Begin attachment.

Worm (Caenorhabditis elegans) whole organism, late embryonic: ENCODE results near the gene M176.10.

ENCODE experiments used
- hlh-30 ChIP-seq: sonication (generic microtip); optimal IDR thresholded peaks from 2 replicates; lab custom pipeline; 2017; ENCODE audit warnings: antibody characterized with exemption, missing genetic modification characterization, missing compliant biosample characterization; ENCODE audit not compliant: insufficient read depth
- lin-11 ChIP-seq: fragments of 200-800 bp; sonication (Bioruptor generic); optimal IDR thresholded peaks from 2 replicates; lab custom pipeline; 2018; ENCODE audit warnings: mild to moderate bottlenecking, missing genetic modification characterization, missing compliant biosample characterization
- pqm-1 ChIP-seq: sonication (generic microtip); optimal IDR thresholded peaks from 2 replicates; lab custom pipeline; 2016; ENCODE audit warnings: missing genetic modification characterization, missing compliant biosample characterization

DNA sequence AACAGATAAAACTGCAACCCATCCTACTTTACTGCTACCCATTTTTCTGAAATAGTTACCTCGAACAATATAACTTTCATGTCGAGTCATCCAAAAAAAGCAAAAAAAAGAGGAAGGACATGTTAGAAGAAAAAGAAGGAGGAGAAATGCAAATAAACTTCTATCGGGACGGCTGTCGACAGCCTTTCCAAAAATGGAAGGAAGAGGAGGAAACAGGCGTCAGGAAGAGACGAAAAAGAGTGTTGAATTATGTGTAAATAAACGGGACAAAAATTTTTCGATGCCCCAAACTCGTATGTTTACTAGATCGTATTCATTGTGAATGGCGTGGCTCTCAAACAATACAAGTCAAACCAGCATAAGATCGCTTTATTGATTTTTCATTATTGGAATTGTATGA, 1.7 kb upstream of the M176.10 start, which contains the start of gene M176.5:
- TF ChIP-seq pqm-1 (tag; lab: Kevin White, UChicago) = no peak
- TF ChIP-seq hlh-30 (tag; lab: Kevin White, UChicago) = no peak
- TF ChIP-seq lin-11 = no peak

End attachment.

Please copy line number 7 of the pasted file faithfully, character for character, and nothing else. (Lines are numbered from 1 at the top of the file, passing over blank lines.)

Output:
- TF ChIP-seq pqm-1 (tag; lab: Kevin White, UChicago) = no peak